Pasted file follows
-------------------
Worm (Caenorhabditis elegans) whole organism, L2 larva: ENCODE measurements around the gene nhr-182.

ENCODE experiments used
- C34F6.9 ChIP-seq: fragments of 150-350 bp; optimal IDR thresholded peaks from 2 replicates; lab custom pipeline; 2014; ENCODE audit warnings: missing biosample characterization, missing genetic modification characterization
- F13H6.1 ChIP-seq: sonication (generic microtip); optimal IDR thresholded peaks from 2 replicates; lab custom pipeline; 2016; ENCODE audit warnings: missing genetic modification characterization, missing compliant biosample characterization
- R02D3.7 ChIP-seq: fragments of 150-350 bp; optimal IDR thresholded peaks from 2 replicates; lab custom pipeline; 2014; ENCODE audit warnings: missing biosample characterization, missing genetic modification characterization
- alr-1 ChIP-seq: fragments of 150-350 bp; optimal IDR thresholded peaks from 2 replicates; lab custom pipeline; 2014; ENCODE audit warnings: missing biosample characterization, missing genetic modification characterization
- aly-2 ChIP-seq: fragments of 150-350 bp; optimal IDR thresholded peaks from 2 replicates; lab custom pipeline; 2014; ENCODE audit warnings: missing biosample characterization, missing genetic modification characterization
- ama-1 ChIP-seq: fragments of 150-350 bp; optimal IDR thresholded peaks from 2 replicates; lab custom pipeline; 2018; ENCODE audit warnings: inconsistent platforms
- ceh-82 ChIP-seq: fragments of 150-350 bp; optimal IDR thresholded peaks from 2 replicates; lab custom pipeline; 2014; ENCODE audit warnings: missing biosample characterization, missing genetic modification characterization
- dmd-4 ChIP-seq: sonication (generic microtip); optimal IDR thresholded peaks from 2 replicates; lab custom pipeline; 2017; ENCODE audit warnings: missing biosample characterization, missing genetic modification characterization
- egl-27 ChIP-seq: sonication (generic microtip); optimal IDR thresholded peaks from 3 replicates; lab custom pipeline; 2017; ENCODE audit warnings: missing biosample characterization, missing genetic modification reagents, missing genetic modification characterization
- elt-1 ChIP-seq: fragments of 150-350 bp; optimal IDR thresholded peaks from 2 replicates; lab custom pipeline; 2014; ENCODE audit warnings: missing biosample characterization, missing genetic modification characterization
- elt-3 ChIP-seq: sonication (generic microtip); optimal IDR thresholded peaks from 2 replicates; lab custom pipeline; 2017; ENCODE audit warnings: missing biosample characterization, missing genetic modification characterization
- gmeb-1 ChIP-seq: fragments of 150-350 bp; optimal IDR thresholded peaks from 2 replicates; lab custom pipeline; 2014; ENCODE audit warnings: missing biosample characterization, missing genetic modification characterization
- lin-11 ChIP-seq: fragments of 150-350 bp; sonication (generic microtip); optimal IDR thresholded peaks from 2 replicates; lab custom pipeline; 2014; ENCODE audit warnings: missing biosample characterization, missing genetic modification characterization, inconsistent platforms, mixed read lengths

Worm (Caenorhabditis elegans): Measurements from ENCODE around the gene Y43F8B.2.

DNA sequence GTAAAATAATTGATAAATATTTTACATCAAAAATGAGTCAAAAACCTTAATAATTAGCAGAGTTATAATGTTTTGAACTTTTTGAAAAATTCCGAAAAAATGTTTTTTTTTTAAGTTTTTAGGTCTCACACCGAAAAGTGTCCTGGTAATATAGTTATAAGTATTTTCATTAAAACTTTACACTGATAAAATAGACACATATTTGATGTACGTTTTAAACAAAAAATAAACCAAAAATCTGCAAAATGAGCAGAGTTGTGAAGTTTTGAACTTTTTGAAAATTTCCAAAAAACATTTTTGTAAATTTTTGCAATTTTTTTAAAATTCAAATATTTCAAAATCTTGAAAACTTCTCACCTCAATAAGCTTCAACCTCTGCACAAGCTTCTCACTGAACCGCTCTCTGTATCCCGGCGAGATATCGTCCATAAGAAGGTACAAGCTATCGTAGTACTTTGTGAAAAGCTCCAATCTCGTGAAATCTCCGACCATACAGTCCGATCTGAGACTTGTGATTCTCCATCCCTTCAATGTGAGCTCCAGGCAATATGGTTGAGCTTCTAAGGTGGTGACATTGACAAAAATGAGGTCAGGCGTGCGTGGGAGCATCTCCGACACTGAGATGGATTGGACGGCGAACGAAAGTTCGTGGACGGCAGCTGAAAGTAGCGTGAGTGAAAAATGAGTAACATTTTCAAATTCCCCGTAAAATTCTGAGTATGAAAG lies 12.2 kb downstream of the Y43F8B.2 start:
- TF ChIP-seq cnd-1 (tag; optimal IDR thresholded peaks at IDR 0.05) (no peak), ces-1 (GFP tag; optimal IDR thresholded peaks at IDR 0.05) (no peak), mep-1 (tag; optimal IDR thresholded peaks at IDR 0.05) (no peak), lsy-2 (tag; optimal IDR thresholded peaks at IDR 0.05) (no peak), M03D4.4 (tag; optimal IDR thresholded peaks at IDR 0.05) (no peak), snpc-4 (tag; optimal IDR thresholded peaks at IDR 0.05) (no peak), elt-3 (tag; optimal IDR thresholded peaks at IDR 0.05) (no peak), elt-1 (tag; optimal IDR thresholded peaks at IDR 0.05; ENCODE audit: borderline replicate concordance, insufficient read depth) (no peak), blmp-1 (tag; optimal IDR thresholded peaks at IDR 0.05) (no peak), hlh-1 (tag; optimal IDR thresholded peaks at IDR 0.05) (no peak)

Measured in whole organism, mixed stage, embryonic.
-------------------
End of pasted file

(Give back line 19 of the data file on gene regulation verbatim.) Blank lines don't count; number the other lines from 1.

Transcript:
Measured in whole organism, mixed stage, embryonic.